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John Randolph Bray was an early American animator. Notable for both his animation patents and for his production of the first commercial color animated film, The Debut of Thomas Cat (1920), his production company, Bray Productions created over 500 films between 1913 and 1937. [1]

Bray’s career began in broadcast journalism. After a failed stint as a reporter for Detroit’s Evening News, Bray began freelance work selling cartoons to newspapers and magazines. However, inspired by watching the early-animated film The “Teddy” Bears, Bray decided to try animation and in 1913, he released his first animated film The Artists Dream. [2]

Eager to both streamline and patent the techniques that he used to make his animated films, in 1914 Bray applied for a patent, which essentially entailed the use of cels, or clear sheets on which figures could be drawn. Bray soon applied for more patents and went into business with Earl Hurd (encompassing his important patent on the use of celluloid) to form the Bray-Hurd patent company, which received royalties on cell animation until 1932 when the patents expired. [3]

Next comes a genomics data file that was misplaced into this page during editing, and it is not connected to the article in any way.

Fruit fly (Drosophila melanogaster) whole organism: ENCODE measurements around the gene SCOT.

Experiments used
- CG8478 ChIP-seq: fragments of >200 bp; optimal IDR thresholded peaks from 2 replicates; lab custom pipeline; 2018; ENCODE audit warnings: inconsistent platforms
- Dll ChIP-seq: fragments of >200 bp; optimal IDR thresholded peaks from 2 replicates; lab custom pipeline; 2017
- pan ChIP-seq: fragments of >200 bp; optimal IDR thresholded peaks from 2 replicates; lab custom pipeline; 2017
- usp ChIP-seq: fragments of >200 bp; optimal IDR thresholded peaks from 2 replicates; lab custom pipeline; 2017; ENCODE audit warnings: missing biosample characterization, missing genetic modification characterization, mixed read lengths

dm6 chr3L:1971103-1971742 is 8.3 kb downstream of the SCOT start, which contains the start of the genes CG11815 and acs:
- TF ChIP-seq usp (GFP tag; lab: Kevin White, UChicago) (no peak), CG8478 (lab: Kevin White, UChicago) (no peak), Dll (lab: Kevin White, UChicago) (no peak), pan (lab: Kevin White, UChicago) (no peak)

Bray’s production of so many cartoons, as well as his patenting the process for cell animation has led Donald Crafton to refer to him as the “Henry Ford of Animation.”

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